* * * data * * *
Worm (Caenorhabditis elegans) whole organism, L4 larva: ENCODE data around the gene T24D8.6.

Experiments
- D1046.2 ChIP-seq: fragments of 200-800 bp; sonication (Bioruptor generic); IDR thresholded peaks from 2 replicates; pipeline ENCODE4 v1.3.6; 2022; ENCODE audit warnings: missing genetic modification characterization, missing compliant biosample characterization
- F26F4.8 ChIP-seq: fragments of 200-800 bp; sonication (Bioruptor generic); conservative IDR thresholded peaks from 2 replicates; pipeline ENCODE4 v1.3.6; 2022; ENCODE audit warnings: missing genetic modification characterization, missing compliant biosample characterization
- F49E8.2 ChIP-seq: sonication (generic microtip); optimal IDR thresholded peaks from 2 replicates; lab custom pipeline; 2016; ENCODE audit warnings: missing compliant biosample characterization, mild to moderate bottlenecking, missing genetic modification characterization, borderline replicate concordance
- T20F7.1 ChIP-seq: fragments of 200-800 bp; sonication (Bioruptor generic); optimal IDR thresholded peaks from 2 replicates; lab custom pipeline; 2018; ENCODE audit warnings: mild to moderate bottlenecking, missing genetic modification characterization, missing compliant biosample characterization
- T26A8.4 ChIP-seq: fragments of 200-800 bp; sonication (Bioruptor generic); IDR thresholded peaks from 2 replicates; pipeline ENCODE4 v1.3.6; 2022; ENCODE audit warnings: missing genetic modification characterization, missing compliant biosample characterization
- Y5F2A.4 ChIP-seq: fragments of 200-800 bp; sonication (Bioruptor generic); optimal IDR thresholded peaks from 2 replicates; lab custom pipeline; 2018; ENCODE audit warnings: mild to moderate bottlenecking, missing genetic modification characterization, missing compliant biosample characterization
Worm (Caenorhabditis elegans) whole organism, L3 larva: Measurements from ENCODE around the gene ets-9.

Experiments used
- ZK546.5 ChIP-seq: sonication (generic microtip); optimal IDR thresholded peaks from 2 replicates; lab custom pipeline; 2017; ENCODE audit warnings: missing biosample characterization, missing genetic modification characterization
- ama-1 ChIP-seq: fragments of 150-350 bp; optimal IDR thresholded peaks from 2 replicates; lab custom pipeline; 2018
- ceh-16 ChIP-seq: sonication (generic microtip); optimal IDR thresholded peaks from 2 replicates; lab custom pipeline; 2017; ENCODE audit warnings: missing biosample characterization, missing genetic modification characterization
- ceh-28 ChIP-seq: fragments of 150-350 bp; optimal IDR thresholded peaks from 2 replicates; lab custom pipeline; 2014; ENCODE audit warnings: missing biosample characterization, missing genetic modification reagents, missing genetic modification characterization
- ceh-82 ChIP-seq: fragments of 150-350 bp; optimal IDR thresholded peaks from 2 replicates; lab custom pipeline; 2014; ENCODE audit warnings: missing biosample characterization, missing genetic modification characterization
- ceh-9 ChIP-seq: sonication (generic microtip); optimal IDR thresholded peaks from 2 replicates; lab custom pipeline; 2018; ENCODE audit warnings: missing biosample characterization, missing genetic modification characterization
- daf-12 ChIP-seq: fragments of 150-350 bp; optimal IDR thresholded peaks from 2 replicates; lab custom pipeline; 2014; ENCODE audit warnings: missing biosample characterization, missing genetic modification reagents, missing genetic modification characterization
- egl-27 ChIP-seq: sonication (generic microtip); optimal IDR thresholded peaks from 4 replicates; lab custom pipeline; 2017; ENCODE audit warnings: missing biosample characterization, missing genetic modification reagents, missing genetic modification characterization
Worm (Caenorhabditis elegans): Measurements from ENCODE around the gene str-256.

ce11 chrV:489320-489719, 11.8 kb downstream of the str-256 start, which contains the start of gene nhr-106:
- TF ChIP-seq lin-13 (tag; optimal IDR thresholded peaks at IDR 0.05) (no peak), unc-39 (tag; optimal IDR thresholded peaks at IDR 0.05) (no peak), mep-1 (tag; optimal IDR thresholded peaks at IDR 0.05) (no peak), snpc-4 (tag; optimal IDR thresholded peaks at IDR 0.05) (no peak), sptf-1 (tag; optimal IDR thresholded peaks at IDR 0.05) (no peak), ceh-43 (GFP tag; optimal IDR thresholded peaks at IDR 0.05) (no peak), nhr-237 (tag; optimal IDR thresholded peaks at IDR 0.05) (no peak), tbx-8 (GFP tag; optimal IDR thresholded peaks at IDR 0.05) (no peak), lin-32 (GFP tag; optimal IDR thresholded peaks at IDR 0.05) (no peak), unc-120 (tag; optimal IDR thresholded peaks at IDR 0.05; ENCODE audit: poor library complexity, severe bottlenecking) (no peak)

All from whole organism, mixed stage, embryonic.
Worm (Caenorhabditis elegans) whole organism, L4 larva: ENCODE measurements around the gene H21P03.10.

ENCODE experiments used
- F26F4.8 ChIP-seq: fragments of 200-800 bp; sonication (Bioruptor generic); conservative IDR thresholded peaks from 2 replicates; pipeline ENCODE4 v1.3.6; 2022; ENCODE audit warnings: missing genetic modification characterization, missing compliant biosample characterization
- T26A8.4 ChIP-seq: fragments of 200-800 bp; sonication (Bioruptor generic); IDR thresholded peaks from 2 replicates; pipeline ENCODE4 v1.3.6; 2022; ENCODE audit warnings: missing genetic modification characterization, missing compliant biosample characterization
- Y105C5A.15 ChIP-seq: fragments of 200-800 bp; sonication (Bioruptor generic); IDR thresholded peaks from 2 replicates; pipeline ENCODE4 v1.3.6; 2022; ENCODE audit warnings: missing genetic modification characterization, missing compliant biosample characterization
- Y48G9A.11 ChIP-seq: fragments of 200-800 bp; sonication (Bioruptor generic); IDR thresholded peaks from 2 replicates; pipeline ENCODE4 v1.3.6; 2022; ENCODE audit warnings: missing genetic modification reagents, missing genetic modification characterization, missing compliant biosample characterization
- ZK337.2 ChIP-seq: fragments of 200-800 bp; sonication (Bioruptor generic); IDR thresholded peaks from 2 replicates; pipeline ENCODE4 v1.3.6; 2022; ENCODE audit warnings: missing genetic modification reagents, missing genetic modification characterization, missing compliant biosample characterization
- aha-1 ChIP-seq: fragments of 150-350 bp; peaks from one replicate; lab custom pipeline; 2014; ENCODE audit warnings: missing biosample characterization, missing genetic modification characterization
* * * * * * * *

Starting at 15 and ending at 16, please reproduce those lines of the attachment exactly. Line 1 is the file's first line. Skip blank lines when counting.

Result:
- ceh-82 ChIP-seq: fragments of 150-350 bp; optimal IDR thresholded peaks from 2 replicates; lab custom pipeline; 2014; ENCODE audit warnings: missing biosample characterization, missing genetic modification characterization
- ceh-9 ChIP-seq: sonication (generic microtip); optimal IDR thresholded peaks from 2 replicates; lab custom pipeline; 2018; ENCODE audit warnings: missing biosample characterization, missing genetic modification characterization